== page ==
The Alpine House at North Yorkshire’s Harlow Carr both inspires and depresses me, for the plants are only displayed when in absolute prime season and no ordinary gardener can keep up. But the plants inspire far more, a theme park of what life in garden paradise can be. I tried to photograph the names as far as possible. This first Iris “Pixie” was sensational.
I have just planted my own narcissus bulbocodium varieties in garden pots for the Spring.
Narcissus “Cedric Morris” is one of my target acquisitions for this autumn’s planting but they are as rare as hen’s teeth. It is the earliest flowering narcissus I know, flowering in November in good conditions and lasting into the new year.
The cute scilla “Spring Beauty” is well named.
And again, the Narcissus romieuxii were so inspiring that I searched the catalogues and have already planted small pots of these unusual “hoop petticoat” varieties.
Unlike certain politicians I could mention, Yorkshire folk prefer their poppies red. I have honestly never seen the Sculpture Park so packed. It did not match the five million visitors to the Tower of London earlier in the year but give us time. On a balmy sunny day, I’ll let the images speak for themselves. Derbyshire artist Paul Cummins and theatre designer Tom Piper have managed one of the spectacles of the year.
Japanese anemone are indispensable at this time of the year. I have several varieties whose names I forget but the double pink and double white are the most eye-catching. They are easy to look after albeit they send up shoots everywhere.
And talking about names being forgotten, somewhere on file I have the name of this startling dahlia growing in a pot and shortly to be assigned to my newly renovated rockery for the last month or so of this year’s life. I used not to like dahlias as they were too linked up in my mind with summer’s end. I’ve changed.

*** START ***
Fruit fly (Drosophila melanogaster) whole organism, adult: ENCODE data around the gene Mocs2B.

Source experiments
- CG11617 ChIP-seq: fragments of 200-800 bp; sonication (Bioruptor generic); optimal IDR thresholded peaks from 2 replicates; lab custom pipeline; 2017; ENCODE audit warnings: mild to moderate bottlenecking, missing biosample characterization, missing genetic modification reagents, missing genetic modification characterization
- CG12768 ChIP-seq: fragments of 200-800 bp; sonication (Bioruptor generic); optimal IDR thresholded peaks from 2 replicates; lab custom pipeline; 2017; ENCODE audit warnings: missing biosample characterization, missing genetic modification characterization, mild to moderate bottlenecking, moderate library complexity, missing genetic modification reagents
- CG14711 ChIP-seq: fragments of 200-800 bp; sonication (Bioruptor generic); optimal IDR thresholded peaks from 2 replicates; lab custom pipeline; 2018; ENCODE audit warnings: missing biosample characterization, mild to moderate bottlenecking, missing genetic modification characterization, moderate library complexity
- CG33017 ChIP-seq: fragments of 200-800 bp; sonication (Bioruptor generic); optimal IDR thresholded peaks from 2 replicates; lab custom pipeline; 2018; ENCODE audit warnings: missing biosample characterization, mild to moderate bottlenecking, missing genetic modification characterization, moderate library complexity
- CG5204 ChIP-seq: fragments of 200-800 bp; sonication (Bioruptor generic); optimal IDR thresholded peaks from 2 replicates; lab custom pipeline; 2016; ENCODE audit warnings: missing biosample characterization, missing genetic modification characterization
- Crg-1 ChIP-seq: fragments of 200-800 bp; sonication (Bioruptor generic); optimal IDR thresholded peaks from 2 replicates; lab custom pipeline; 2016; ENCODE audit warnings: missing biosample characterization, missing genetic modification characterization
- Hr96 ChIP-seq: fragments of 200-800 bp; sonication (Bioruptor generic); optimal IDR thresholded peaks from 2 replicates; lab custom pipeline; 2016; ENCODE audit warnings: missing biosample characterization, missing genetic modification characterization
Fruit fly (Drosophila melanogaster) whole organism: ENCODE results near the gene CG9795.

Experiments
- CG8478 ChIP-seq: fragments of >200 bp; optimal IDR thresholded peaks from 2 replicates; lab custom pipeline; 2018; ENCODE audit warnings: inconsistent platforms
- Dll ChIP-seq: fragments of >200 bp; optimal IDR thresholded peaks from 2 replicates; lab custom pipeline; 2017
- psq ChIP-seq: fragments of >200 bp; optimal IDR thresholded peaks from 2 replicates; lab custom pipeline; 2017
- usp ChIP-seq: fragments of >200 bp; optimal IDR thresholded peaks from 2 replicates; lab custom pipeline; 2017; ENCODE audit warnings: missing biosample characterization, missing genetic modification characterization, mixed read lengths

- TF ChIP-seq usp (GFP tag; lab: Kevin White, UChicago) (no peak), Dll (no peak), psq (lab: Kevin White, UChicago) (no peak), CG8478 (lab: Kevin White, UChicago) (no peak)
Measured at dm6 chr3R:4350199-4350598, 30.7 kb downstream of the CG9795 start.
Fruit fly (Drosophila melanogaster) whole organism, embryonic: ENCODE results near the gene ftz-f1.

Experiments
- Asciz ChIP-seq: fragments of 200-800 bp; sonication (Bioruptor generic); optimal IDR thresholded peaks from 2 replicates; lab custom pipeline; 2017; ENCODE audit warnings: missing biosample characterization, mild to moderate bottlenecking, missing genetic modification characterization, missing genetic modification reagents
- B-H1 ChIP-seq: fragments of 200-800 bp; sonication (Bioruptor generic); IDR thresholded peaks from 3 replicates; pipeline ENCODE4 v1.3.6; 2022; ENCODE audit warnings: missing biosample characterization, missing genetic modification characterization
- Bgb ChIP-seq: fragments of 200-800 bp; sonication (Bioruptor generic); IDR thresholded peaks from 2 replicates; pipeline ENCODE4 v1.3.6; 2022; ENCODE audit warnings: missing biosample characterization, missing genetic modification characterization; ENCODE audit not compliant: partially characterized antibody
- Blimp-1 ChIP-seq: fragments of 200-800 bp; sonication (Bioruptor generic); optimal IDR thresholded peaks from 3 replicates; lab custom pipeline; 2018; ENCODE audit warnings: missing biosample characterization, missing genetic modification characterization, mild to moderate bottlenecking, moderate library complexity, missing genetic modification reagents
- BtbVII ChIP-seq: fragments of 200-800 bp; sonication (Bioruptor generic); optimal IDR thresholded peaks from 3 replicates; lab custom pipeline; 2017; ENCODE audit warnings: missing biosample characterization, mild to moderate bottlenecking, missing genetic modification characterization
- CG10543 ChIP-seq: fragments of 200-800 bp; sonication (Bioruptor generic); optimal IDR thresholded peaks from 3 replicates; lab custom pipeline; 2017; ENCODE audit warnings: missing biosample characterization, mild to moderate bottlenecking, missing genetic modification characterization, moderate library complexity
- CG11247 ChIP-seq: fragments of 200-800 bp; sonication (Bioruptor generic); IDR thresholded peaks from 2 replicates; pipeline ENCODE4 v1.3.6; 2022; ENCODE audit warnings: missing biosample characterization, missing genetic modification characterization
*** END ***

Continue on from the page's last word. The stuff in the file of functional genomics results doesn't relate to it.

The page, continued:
My fuchsia over-wintered and looks good tumbling over a firethorn.
Ah.. Cosmos, so easy, so cheap. Each year they grow again from discarded seed that suits a lazy gardener.
I believe this to be one of the English Roses whose name I could obtain after some searching. It certainly is praised by visitors for its freshness and scent. Some blemishes on the foliage I note.
I commenced top dressing my snowdrops today, adding a six month fertilizer to take them through the growing season.
I now have a few yellow snowdrops, not all of them thriving. ‘Spindlestone Surprise” is one of the least expensive but price does not always determine the best galanthus varieties. Anyway, this was a new planting from last winter. I will trace its development.
Three years ago I had a very healthy crop of two year old hardy cyclamen, courtesy of “Chiltern Seeds”. At winter’s end I opened up the cold frame to find fat slugs and precious little else. Still, I have a healthy crop of the most common ones such as the autumn flowering hederifolium.
I always pot the odd specimen from the garden. If one looks closely above, the germinated seeds of thyme can be discerned. Bare soil under a scented thyme is asking for trouble.
The specimen above was spectacular last year, its particularly bright foliage as attractive as the dinner plate huge plate-sized tuber that I have sprinkled over with grit and slug pellets – only those in pots because I feel guilty using poison for fear of birds being harmed. This year the flowers are not yet quite as prolific so it will be back to the garden for this old fellow after flowering.
The pure white ones look, well, pure in the pot.
And here, at the bottom of the garden where sunlight fears to tread, the plants carpet the soil until their kid brother and sisters coum out in the winter – get it?
Our trip to Olden on the cruise ship “Azura” was remarkable for the scenery and weather. Olden was a particular favourite. As this is a blog on plants and gardens, I’m not attempting a travelogue but it occurs to me how ambitious I would be with my garden were I to live in such a stunningly beautiful valley.
Astonishingly we moored a few yards from the bright timber houses.
I asked the guy tending to the grounds of the church the name of the “weed” that coated the fields but he only had the Norwegian word for the flowers. I have seen them in British fields but have still not learnt their name.
A close-up of the “weed”
Olden had a beauty and grandeur to rival Switzerland or Austria.